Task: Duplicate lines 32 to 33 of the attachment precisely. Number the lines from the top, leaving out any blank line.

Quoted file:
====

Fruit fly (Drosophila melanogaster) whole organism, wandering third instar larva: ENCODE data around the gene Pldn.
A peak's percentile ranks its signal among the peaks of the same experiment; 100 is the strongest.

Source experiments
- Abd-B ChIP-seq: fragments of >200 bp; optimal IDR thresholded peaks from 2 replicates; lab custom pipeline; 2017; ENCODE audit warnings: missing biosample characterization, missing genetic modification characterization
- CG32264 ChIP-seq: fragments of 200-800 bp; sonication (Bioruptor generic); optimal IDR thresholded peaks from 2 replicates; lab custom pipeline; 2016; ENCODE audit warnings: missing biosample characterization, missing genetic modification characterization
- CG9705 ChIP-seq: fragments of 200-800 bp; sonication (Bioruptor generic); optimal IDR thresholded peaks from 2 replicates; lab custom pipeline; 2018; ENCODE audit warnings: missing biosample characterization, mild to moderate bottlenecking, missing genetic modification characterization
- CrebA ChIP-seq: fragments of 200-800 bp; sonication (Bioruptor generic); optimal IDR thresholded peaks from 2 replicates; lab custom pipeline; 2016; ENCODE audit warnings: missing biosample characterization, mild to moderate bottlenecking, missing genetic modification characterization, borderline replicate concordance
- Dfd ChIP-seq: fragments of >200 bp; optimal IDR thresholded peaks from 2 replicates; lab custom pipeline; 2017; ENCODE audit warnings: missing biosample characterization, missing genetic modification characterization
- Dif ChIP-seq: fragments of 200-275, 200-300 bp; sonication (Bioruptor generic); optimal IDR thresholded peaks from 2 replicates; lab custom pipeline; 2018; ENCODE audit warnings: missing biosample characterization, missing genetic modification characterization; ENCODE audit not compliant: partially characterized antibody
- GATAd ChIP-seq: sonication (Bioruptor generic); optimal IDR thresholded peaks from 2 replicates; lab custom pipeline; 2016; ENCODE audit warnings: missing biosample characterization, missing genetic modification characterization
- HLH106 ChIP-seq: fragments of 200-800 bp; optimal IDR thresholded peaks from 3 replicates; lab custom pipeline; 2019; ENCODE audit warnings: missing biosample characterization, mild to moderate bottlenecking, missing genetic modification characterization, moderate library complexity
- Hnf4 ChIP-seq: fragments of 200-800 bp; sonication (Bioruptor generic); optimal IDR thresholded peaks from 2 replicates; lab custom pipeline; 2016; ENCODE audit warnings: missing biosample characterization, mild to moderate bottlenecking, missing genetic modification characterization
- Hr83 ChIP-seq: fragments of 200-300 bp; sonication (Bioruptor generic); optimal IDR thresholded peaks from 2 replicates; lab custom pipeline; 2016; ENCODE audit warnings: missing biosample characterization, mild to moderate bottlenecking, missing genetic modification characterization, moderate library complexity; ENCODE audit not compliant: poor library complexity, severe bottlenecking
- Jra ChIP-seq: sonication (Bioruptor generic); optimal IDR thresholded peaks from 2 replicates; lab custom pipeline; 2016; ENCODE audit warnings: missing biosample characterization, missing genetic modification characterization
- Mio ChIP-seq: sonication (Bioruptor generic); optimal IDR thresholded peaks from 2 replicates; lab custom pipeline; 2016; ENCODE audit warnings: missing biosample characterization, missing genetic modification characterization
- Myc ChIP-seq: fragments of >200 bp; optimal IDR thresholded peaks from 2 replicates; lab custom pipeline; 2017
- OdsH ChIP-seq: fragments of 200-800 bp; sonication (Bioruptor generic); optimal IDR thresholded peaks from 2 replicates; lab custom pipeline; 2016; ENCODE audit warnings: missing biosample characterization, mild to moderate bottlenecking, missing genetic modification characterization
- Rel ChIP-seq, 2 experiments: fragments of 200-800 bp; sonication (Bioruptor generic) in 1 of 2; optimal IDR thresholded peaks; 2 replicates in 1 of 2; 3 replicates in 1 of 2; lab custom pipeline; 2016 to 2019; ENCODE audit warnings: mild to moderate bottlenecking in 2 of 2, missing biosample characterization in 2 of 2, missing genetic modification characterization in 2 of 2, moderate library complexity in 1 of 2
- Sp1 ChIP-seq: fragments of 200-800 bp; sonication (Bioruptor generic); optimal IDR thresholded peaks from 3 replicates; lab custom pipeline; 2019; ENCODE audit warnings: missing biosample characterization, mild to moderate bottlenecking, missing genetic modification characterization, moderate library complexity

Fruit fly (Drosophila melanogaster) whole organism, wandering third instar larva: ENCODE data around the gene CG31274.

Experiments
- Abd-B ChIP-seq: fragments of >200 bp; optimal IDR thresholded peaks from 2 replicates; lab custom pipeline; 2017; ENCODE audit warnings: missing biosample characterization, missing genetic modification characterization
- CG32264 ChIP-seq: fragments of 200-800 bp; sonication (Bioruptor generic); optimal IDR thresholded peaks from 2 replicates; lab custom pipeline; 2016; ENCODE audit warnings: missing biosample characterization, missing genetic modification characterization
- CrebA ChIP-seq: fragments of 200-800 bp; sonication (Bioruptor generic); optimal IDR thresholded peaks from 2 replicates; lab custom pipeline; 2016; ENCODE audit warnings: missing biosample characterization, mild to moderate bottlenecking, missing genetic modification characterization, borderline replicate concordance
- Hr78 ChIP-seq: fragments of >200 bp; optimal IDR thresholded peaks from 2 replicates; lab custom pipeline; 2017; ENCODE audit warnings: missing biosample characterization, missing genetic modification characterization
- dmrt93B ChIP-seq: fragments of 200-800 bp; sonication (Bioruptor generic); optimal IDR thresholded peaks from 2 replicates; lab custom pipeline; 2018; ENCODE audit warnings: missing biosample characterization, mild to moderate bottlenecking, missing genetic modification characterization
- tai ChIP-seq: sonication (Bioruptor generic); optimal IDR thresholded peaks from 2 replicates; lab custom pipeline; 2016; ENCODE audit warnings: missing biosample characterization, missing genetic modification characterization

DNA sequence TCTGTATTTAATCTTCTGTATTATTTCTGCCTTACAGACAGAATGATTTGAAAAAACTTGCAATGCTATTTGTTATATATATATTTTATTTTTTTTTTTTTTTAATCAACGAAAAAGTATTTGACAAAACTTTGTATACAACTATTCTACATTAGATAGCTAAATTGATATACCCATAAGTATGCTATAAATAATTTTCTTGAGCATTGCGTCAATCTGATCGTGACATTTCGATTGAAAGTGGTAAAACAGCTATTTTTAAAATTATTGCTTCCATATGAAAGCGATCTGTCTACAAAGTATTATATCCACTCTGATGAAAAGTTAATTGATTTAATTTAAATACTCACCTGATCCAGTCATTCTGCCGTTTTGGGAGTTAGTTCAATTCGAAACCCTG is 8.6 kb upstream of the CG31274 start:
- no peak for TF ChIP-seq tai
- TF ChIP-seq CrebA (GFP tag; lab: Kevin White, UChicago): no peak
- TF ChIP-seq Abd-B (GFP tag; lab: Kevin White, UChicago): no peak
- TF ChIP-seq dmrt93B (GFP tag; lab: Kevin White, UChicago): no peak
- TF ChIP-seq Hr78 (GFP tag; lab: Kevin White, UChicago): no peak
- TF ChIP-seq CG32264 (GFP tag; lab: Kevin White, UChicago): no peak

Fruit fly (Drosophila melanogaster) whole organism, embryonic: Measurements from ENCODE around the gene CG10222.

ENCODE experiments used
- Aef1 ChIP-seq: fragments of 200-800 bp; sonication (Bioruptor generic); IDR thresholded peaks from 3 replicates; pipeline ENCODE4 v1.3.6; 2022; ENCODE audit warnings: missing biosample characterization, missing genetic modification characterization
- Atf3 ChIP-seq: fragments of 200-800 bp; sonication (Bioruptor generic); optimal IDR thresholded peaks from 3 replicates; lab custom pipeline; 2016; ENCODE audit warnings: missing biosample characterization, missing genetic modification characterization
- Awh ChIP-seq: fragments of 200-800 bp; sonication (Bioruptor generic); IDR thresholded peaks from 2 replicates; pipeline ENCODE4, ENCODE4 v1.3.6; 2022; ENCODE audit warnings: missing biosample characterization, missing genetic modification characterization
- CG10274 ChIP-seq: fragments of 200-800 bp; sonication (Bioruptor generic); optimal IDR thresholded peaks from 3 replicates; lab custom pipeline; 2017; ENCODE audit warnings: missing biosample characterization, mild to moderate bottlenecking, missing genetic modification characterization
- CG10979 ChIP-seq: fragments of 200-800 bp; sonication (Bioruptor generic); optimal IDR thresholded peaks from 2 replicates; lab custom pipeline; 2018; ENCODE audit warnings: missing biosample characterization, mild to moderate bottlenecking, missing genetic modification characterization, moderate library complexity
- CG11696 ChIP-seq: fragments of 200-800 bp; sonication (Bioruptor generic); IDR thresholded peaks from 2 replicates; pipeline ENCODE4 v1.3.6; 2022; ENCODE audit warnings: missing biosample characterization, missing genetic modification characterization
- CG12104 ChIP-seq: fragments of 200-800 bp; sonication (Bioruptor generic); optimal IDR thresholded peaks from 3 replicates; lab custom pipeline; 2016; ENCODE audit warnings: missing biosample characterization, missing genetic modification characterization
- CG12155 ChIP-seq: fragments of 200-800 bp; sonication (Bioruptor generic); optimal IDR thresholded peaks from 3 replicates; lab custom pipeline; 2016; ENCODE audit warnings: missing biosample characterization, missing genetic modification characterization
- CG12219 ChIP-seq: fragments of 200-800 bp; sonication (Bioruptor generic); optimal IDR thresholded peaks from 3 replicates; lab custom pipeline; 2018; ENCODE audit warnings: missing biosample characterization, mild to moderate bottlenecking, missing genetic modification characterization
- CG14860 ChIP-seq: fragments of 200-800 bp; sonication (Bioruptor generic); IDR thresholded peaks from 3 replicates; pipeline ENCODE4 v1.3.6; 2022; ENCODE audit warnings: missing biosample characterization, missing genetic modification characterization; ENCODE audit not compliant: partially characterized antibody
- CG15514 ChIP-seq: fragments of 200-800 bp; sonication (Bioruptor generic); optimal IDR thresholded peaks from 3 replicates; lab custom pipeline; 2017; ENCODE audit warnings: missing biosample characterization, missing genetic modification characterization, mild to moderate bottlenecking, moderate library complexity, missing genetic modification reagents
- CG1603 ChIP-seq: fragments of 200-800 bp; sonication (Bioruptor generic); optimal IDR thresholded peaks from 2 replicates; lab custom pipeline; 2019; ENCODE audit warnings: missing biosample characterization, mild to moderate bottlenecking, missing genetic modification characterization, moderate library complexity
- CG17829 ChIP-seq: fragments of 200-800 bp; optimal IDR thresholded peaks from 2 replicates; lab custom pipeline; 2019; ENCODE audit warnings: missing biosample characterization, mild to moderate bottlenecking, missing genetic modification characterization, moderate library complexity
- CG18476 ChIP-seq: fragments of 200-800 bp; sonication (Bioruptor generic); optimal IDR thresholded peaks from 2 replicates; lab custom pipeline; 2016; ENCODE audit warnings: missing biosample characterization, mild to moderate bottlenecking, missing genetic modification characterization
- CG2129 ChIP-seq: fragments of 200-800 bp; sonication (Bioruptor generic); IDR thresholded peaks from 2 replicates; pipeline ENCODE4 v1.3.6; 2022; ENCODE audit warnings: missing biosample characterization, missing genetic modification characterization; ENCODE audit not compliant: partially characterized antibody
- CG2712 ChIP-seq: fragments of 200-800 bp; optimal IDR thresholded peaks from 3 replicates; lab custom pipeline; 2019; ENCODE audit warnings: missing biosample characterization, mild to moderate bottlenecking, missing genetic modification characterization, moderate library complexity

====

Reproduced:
- TF ChIP-seq dmrt93B (GFP tag; lab: Kevin White, UChicago): no peak
- TF ChIP-seq Hr78 (GFP tag; lab: Kevin White, UChicago): no peak